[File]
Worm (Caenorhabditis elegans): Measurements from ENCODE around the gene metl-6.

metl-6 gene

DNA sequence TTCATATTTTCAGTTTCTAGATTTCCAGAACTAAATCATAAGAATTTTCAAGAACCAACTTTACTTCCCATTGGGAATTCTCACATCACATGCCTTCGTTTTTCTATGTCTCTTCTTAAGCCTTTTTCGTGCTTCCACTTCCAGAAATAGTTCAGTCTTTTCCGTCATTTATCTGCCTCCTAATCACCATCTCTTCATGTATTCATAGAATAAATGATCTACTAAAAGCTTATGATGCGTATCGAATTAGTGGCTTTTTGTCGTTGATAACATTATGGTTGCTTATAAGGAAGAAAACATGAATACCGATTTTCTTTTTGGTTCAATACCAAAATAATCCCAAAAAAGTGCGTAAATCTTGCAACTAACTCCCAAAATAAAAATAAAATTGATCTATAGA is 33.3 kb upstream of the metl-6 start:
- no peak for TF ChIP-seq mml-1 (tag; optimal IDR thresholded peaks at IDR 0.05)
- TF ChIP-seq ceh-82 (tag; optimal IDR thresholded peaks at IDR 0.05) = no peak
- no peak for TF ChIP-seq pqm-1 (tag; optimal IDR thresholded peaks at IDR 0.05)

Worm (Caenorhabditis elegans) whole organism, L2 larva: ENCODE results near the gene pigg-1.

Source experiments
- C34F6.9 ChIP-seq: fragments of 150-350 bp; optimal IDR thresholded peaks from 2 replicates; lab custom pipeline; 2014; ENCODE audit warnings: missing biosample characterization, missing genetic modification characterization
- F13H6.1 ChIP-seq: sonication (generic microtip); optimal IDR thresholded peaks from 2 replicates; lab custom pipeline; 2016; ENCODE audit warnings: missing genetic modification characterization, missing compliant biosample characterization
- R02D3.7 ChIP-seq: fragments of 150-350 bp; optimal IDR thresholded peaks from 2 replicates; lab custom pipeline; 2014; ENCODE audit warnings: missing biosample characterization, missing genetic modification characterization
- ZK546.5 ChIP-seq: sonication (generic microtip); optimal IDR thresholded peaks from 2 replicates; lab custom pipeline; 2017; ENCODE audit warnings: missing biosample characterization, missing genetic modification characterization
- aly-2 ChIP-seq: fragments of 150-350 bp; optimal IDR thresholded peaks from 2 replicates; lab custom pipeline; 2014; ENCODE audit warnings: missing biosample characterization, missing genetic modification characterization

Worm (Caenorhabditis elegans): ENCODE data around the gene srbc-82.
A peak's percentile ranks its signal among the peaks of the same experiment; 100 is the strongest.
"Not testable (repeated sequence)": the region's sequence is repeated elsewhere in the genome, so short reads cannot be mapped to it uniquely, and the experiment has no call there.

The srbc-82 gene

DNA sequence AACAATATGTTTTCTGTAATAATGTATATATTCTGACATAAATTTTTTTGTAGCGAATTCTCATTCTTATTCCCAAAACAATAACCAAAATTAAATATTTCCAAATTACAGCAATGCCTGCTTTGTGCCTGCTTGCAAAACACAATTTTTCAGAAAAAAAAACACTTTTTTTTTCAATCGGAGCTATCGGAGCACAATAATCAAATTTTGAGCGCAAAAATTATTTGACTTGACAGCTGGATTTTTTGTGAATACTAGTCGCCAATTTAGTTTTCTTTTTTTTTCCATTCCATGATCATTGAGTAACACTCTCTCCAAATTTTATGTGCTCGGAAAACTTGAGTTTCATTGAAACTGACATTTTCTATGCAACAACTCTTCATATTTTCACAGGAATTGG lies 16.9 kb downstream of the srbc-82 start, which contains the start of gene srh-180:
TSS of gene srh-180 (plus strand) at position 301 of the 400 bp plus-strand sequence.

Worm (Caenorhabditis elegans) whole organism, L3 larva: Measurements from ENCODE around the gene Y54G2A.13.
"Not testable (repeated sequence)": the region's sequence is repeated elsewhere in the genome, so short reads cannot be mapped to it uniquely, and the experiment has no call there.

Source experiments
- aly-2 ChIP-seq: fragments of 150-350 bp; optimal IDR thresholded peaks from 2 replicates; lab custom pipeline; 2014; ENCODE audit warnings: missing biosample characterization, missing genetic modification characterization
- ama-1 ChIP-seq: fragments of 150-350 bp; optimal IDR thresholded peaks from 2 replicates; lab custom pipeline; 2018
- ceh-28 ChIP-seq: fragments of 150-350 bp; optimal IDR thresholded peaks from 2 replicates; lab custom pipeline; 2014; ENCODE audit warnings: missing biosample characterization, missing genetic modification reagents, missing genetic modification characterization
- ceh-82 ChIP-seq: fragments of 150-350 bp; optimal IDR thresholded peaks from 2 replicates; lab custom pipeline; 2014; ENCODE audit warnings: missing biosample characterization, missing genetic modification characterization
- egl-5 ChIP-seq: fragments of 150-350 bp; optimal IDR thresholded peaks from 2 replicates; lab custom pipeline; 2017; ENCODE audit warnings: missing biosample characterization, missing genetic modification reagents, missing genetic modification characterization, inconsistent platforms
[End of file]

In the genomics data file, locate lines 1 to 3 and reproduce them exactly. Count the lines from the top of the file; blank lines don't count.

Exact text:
Worm (Caenorhabditis elegans): Measurements from ENCODE around the gene metl-6.

metl-6 gene

DNA sequence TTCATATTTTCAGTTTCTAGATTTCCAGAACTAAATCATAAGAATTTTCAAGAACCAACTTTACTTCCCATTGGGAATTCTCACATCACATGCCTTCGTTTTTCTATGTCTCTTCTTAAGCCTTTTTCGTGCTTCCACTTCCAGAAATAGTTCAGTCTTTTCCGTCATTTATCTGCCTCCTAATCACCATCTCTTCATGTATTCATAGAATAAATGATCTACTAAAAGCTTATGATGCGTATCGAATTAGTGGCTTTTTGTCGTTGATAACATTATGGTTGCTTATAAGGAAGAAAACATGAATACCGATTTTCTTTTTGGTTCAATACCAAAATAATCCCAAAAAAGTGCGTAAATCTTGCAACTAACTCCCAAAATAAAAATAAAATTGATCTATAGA is 33.3 kb upstream of the metl-6 start: